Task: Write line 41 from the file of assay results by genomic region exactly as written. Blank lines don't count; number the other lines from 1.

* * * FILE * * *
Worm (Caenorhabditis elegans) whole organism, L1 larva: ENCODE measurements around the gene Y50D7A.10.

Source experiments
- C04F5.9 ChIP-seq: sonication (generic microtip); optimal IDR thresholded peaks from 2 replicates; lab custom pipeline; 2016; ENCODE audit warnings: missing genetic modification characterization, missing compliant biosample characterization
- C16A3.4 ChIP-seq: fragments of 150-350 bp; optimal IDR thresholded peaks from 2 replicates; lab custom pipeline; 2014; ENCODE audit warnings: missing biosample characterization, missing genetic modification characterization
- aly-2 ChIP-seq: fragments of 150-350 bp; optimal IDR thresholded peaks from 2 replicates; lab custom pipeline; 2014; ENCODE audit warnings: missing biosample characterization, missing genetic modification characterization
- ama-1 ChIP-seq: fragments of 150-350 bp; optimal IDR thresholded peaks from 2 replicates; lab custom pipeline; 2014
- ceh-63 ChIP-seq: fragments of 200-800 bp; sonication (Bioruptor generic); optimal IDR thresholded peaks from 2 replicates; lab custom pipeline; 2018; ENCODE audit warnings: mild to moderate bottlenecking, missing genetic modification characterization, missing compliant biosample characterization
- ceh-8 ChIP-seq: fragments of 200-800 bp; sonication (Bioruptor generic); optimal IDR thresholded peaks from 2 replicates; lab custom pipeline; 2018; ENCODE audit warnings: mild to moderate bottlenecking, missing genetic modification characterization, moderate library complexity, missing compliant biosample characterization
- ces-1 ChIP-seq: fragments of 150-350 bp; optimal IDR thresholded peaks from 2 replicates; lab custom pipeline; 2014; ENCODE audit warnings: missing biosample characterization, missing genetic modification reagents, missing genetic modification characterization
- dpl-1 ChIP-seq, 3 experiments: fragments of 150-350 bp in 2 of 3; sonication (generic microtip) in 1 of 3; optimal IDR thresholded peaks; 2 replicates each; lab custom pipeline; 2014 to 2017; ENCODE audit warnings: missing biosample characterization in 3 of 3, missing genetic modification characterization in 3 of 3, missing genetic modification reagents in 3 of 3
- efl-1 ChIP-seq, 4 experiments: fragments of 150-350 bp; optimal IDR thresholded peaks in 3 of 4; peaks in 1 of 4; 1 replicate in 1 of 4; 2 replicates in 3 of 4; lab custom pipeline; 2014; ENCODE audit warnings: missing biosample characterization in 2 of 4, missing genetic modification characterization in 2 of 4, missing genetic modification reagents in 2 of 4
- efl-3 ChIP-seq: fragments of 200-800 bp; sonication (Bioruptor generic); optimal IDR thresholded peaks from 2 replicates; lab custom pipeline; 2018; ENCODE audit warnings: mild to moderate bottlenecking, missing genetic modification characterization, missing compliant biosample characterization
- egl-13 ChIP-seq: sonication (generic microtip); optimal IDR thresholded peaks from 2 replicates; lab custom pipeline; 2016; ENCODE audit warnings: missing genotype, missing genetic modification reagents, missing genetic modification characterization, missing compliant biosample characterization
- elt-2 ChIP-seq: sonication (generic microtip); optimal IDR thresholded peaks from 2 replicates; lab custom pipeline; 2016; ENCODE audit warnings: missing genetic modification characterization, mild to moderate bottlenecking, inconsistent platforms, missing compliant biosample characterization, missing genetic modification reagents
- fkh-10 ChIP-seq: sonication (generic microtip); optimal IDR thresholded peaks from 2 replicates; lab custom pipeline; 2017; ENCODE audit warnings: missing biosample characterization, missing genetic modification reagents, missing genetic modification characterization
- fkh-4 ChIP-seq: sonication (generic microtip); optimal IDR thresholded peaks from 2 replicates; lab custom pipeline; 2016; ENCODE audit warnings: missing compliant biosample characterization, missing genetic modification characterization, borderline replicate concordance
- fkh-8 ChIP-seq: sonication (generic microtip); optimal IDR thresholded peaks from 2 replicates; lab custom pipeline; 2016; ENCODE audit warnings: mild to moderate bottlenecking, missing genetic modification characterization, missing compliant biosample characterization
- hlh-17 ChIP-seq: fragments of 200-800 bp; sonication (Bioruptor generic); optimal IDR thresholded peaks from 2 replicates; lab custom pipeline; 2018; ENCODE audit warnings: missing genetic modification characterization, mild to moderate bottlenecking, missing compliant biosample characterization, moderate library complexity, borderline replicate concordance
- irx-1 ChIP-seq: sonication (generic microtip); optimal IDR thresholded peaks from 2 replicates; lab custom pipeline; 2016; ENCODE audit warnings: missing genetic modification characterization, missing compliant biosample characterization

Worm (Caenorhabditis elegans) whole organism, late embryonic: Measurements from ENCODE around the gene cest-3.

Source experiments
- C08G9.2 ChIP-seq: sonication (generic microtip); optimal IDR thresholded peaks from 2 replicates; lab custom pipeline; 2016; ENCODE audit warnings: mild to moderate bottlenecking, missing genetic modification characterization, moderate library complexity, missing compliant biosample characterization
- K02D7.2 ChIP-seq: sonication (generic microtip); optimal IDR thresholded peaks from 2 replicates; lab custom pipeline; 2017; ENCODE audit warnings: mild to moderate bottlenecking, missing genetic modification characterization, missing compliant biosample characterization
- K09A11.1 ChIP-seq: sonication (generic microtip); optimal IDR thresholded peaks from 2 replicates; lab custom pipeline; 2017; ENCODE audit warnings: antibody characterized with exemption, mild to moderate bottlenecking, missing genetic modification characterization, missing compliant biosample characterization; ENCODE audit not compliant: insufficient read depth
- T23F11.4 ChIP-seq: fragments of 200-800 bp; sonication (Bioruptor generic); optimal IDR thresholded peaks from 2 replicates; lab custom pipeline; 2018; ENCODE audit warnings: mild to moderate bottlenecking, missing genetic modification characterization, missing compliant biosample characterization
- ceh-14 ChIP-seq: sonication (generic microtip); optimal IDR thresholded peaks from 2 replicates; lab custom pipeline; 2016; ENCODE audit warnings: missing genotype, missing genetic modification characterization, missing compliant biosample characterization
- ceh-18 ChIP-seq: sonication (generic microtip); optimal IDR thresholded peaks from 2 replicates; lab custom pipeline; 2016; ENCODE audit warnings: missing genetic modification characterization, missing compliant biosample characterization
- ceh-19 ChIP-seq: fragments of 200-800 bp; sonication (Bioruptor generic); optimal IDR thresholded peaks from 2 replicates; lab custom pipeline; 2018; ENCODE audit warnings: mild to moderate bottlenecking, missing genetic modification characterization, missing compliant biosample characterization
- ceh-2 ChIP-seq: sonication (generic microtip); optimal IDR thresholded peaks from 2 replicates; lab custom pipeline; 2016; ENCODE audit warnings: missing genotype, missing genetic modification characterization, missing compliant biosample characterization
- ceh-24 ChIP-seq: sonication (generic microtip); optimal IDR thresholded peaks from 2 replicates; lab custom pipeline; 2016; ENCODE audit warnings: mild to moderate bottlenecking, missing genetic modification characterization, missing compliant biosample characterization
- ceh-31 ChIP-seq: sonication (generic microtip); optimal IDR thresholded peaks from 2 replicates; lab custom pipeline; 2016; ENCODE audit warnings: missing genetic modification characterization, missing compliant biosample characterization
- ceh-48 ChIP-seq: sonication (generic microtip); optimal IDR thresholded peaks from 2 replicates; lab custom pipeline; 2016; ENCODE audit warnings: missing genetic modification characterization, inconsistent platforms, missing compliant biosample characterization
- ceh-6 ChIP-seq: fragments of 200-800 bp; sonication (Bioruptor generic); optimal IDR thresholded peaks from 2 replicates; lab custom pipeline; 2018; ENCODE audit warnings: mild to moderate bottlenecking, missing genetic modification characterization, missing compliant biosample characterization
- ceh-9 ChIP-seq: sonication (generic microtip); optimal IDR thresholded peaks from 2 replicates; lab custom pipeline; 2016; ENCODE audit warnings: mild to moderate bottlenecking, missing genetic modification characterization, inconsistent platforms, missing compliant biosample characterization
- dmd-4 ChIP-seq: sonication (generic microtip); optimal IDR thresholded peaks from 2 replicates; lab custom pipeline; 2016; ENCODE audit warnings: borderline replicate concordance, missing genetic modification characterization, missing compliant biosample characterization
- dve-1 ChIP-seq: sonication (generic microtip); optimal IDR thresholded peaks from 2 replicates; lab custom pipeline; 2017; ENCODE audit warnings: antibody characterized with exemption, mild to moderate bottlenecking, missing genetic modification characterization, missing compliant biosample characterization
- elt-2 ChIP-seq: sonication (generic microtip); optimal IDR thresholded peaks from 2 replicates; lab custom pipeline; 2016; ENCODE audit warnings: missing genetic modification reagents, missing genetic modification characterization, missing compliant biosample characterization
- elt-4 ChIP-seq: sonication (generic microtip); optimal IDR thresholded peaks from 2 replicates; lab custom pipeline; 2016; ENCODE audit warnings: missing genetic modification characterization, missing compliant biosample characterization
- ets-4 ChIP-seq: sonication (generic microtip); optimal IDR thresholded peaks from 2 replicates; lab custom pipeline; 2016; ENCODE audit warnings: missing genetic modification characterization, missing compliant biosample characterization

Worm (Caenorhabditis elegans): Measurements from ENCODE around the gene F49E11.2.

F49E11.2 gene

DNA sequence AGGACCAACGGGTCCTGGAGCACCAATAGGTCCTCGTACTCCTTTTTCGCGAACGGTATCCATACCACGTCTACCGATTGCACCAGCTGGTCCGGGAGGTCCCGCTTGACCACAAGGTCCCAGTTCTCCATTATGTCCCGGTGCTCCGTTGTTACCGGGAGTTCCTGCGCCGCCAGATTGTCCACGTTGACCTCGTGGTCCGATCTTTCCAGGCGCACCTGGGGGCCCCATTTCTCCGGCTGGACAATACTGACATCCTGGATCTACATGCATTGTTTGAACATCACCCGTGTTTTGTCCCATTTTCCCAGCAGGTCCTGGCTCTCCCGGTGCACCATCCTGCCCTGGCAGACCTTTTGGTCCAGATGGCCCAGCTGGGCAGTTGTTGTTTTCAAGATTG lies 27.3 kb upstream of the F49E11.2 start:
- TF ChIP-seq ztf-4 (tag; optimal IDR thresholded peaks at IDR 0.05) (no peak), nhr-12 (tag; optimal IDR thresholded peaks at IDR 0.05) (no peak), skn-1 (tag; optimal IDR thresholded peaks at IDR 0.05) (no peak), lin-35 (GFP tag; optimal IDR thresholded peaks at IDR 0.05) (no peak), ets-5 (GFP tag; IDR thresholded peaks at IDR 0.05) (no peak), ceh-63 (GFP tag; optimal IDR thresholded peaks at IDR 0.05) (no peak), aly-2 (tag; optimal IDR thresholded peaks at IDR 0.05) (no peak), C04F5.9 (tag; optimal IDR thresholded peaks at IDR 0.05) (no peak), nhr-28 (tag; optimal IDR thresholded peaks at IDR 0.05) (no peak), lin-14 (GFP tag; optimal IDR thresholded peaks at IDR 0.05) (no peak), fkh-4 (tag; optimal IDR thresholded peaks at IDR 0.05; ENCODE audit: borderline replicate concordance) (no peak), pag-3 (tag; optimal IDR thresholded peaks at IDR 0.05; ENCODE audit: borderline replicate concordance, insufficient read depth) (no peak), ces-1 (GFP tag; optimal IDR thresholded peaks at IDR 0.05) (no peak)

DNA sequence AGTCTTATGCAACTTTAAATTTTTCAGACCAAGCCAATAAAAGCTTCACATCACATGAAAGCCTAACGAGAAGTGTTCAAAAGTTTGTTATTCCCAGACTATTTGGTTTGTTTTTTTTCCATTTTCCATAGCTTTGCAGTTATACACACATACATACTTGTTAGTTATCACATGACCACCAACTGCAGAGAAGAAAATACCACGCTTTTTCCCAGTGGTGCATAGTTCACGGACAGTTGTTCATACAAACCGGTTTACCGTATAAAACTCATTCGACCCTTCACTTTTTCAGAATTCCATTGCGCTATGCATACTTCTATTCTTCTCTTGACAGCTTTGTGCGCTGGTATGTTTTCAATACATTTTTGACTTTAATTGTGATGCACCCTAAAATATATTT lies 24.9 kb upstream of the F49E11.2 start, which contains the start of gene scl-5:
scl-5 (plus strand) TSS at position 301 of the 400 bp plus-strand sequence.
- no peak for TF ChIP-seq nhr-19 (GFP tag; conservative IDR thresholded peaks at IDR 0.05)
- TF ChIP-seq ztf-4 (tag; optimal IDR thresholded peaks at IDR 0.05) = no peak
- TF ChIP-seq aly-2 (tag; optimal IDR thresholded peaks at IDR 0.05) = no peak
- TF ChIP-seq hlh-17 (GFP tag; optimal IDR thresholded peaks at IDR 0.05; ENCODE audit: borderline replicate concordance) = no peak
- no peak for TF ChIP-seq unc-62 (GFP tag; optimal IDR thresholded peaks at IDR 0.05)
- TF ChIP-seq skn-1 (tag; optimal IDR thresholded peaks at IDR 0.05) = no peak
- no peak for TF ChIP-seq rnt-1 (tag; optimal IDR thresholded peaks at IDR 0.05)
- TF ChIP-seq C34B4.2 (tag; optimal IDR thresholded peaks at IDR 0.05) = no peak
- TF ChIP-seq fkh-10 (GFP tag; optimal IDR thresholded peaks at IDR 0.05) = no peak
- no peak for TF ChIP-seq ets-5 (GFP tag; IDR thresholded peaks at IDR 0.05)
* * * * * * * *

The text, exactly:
F49E11.2 gene